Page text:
As for the Korean peninsula, the United States sees North Korea's denuclearization as the most important priority. While South Korea, at least under the new administration of Moon, considers stability and prosperity on the peninsula as its most important objective. Furthermore, the resolution and extension of the Special Measures Agreement, the US-ROK burden-sharing agreement at the expense of US forces in the Korean peninsula caused tension in the alliance. Although both trade and investment ties are of mutual interest, South Korea's emergence as a major industrial economy has led to increased competition with the U.S. domestic market, triggering protectionist responses in the United States. Meanwhile, China has already surpassed the United States as South Korea's top trading partner and inked more bilateral and multilateral trade cooperation.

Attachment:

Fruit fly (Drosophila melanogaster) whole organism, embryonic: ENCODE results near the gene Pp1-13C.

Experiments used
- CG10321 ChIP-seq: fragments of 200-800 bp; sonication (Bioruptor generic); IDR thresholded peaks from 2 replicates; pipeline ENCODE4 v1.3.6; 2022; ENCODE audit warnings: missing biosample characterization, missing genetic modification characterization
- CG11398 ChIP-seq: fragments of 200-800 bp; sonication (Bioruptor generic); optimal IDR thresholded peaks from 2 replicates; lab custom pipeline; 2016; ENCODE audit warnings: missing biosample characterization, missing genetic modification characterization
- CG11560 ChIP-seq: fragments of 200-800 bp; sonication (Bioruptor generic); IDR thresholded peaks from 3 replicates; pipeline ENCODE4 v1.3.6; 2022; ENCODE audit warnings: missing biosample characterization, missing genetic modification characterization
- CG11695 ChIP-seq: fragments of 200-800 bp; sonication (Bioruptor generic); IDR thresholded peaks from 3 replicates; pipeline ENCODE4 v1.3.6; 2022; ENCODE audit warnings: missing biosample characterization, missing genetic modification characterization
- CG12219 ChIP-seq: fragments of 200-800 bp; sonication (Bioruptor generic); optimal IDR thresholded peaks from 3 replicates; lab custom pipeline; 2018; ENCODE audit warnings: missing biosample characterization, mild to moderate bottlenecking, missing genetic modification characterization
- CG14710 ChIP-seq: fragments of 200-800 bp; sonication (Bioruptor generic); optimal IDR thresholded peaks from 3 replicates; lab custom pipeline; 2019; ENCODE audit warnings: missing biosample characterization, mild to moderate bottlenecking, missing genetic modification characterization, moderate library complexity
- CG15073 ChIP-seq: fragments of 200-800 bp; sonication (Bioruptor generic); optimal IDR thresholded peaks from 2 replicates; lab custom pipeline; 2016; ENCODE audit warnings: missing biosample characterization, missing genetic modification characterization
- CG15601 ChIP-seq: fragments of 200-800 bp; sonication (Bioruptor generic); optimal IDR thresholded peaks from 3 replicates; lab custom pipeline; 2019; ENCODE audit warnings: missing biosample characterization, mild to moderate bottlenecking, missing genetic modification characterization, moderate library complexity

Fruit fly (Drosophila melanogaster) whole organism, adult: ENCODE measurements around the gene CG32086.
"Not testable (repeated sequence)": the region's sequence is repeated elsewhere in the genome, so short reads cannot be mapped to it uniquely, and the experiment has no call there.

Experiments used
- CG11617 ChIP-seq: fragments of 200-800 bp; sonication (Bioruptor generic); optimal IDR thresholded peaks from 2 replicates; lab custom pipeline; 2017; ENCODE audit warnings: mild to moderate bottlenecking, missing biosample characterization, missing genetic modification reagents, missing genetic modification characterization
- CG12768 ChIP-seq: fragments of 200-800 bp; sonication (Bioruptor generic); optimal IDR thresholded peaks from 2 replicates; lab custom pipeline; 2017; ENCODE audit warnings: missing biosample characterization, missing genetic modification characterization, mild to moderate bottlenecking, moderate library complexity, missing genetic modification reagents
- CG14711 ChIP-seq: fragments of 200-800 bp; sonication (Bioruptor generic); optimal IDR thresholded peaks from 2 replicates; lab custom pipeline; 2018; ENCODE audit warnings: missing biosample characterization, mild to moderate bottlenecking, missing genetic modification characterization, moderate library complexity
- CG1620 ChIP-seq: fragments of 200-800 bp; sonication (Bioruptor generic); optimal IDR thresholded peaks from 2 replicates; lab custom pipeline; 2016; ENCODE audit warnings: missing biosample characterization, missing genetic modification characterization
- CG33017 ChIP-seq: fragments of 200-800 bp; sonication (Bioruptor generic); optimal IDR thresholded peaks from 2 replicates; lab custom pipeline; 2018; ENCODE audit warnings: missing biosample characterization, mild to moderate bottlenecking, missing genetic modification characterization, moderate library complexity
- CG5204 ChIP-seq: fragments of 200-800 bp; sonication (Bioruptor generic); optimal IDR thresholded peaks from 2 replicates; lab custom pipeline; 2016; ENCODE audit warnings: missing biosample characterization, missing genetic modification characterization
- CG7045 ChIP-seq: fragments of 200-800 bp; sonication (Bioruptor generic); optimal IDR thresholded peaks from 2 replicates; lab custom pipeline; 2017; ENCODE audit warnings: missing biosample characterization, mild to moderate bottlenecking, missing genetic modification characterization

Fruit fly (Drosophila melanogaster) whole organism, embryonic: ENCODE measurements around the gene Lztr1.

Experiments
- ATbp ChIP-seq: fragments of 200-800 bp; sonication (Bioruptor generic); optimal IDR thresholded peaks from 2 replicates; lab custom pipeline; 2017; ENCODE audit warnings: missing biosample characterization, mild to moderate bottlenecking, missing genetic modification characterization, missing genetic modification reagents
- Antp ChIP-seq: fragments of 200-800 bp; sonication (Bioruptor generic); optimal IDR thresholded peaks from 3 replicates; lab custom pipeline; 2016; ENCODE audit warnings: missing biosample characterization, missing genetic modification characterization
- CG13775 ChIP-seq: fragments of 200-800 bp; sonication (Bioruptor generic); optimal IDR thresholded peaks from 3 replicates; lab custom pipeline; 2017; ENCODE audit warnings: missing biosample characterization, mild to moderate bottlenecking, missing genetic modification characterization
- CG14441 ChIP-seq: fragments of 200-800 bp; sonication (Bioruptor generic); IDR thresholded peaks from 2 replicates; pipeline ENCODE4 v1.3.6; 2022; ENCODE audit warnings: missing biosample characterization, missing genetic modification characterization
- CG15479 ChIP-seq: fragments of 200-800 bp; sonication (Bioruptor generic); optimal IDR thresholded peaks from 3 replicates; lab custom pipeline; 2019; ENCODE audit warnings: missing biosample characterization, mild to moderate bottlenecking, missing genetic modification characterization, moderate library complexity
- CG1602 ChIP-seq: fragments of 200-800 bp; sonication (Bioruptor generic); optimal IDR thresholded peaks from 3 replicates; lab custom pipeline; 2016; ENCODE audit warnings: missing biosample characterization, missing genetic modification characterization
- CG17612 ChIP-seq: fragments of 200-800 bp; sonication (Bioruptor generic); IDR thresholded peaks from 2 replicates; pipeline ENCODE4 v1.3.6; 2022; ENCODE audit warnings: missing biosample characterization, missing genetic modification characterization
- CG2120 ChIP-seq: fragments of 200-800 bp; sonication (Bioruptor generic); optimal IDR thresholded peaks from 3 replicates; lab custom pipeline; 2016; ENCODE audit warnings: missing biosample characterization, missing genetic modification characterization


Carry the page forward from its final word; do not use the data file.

On the other hand, the relationship between the United States and the Philippines, which was founded on deep historical and cultural ties as well as a mutual commitment to human rights and democracy, has grown turbulent. The human rights principles of the Philippines are at issue in the given context of President Duterte's war on drugs, which includes the extrajudicial execution of persons involved in the use and distribution of drugs. As a result, the United States has proposed a bill to withdraw substantial amounts of international military funding from the Philippines. President Duterte also threatened to withdraw from the US Visiting Forces Agreement (VFA). The cancelation period has been suspended for six months since November 2020 in the hope of reaching an agreement on mutually acceptable terms, especially with the new Biden administration. On the economic side, in 2019, the Philippines remains as the US’ 31st largest trading partner, having a trade deficit estimated at $2.3 billion. As of 2020, the US is the largest export trading partner and ranks seventh as an import partner. Trade deficits with other countries are frequently blamed as one of the reasons why US businesses and employees are hurting and losing ground to other countries. This is the same source of economic friction between the United States and China, Japan, and South Korea. China, on the other hand, is less concerned with human rights, going so far as to providing rifles, ammunition, and sniper cones to assist in the security operations of the Philippines. China’s ire unexpectedly ease upon the election of President Duterte in 2016. It tries to isolate the security dispute and allow the economic relationship to flourish. Over the first three quarters of 2020, China remained to be the Philippines' largest trading partner – the second-largest export market and the largest source of imports.